The Relative Status of Women and Men. Andorran society, with its strong rural origins, maintained a marked segregation on the basis of gender roles until the late twentieth century. All public activity was exercised by men, representing the family. Rapid urbanization, changes in lifestyle, and the commercial orientation of the economy have forced a rapid modification in the economic and work roles of women. Today, their public visibility is total, even if their presence in political spheres remains inferior to that of men, despite consistent progress.
Marriage. Marriage is not controlled by any limits except class (and not always by that). Marriages between Andorrans and Spaniards or French are normal.
Domestic Unit. The family remains the basic social unit, more important than the individual, despite the accelerated evolution of Andorran society. Most enterprises and business are organized through the family, distributing functions according to capacities and the level of study of each member. These family groups, following the institution of the familia troncal (stem family), incorporate a married pair and their children.
Inheritance. Formerly, the inheritance system passed nearly all the patrimony to one of the sons: the hereu (heir). Today, this tendency is maintained only at a symbolic level through the transmission of the family home. In the case of rural holdings, only the inheriting son can marry and reside with his wife and children on the family land; however, current family businesses are different. Any child can remain tied to the family business after marriage, although there remains a tendency towards an heir who will follow the father in the operation of the business.
Kin Groups. Networks of kinship are only activated through rituals of sociability for reasons of alliance or political patronage.
Child Rearing and Education. Andorran children, as in many other European nations, are placed in child care settings before three years of age, and much of the care and instruction of these children thereafter is done by scholastic institutions. Insufficient relationships between parents and children are noticeable at times. The extended work hours of parents, who often do not return home until 8:30 P.M. , aggravate this tendency. Cases of youth maladjustment, quite frequent in Andorra and affecting all social sectors, are explained by psychologists as stemming from this relationship deficit.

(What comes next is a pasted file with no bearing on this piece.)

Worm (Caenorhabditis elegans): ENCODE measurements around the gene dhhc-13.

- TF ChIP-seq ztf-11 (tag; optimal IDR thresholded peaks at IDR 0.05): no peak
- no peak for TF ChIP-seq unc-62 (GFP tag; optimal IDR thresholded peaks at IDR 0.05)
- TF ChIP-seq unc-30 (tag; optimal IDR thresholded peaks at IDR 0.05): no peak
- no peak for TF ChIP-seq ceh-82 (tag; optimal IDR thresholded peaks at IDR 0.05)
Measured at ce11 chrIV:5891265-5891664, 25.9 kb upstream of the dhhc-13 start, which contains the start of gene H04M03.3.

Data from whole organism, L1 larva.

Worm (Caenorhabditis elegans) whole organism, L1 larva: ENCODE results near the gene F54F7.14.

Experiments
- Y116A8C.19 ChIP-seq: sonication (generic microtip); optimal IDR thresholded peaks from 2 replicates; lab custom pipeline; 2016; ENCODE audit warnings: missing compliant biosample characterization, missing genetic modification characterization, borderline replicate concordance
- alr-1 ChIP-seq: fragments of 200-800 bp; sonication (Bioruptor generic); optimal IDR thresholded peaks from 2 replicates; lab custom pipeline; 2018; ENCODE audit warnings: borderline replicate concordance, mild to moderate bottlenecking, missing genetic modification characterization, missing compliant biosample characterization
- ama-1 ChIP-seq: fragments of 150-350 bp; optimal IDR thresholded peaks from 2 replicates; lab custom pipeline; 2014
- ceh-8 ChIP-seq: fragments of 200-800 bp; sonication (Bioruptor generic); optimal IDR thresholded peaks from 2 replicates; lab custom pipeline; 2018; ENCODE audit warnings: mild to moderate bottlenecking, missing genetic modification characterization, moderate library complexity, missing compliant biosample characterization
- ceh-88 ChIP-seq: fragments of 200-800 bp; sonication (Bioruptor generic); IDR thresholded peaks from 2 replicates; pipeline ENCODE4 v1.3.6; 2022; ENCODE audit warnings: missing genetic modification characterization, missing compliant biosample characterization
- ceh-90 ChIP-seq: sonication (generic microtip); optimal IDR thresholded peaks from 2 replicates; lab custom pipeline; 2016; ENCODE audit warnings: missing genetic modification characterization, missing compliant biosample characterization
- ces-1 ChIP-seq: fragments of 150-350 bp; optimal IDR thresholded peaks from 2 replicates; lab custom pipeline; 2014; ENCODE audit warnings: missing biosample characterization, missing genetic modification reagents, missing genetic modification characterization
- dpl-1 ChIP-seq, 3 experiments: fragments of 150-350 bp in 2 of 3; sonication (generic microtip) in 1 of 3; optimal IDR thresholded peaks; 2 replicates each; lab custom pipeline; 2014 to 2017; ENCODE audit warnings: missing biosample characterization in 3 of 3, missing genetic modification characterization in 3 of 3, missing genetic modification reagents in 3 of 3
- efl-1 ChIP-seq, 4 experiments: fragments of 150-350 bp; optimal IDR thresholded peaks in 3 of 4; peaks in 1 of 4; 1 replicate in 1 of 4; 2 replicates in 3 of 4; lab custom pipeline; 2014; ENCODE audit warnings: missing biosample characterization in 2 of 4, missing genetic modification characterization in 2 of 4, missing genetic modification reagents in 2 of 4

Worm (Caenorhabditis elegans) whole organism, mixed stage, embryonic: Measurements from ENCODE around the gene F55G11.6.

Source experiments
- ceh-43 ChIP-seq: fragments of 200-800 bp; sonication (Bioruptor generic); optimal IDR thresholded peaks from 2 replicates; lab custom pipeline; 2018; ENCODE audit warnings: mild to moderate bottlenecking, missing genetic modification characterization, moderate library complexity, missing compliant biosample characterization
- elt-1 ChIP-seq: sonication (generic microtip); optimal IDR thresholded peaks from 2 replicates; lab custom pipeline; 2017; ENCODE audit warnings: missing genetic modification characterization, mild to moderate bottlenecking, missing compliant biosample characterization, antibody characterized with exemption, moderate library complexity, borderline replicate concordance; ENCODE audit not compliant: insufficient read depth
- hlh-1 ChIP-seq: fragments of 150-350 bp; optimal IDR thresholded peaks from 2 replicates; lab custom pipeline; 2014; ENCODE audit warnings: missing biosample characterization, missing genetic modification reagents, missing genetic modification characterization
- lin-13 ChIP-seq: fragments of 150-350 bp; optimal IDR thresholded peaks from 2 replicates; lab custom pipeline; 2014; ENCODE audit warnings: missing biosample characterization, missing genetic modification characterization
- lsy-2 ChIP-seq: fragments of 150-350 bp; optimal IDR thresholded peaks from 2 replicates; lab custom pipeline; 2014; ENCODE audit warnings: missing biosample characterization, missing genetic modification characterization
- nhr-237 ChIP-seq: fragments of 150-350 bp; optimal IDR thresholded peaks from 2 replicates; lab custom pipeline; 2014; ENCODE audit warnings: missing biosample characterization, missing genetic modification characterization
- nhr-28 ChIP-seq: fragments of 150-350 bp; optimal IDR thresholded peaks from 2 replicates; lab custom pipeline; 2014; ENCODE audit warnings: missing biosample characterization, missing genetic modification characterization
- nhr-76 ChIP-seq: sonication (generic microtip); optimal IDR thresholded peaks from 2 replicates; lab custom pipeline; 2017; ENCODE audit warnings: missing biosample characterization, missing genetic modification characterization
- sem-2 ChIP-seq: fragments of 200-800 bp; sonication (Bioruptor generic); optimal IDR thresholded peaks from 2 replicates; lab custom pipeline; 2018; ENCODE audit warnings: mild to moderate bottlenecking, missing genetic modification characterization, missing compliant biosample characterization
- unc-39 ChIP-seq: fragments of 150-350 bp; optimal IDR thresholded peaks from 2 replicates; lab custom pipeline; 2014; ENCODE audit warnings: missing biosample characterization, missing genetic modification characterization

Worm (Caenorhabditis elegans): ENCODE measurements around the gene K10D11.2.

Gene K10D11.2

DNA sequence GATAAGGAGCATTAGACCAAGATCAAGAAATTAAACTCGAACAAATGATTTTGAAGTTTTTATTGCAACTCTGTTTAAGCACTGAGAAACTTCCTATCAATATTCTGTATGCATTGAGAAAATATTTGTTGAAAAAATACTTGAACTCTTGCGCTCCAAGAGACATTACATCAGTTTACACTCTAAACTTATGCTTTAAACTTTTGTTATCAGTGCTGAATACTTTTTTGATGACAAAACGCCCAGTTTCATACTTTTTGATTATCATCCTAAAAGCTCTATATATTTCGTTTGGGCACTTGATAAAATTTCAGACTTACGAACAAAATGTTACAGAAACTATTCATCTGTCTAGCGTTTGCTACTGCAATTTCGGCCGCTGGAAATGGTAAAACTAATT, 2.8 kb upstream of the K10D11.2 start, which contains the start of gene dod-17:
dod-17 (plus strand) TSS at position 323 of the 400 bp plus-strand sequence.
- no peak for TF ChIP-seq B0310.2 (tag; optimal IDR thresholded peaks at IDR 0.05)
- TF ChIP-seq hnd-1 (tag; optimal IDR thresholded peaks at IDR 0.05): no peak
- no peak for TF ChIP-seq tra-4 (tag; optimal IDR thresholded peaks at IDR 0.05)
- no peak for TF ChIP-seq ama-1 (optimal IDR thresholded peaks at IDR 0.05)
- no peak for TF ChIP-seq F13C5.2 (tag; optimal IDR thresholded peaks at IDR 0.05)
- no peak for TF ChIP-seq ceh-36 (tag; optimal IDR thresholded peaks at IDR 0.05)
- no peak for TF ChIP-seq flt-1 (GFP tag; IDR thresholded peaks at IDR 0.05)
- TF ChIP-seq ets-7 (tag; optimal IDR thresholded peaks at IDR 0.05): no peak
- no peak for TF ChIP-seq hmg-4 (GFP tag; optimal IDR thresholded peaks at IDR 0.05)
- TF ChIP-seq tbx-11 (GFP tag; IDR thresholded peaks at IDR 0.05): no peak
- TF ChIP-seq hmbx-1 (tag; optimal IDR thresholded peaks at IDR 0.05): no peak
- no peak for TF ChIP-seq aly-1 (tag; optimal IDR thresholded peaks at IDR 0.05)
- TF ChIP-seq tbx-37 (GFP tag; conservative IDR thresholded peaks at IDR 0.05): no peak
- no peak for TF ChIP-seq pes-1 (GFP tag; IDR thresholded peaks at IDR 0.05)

Until 1982, when an Andorran public school system was created, there were only French and Spanish schools. Each parroquia (municipal unit) had a primary school in each system. There were also seven intermediate educational institutions. According to official data, 63 percent of the juvenile population was enrolled in intermediate education in 1999–2000.
Higher Education. Roughly 11 percent of the population between eighteen and twenty-four attends university, especially in Spain and France.
Religious Beliefs. Even though Andorra lacks a formal religion, Roman Catholicism is hegemonic. One fundamental element of this presence rests on the role of the bishop of Urgel as coprince and, at the same time, head of the Andorran Church. Apart from the Jehovah's Witnesses, there are no public religious alternatives in Andorra.
Rituals and Holy Places. All public ceremonies, including some sessions of the parliament, are accompanied by a Catholic mass. The Andorran festive calendar adapts to the Catholic liturgical calendar, and the nation, like every parroquia, has a patron saint and a collection of religious and lay celebrations.
The Andorran medical system is guaranteed through a general hospital, situated in the capital, as well as various clinics and private medical centers. Every population center has a family medical service. Alongside official medicine, traditional curing practices based on herbal knowledge also survive. There are no shamanistic practices of curing ( curanderismo ) in Andorra.
In addition to the national festival of the Virgin of Meritxell (8 September), each parroquia has its own patronal festival. Given the commercial orientation of the nation (which remains open for business especially when neighboring nations have holidays), the only formal holidays are Christmas and New Year's Day.
Support for the Arts. Both the state and communal administrations support artistic formation and creativity. Conservatories of music and art schools are scattered around the nation.
Literature. Andorran literary production does not cross the frontiers of the small country, except in the case of writer A. Morell. There are nonetheless groups of historians and folklorists interested in recovering oral traditions and studying and teaching the nation's history.
Performance Arts. In music, the two great figures of classical music, the Claret brothers, who play violoncello and violin, have gained great prestige throughout Europe.
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—J OAN J. P UJADAS , TRANSLATED BY G ARY W. M C D ONOGH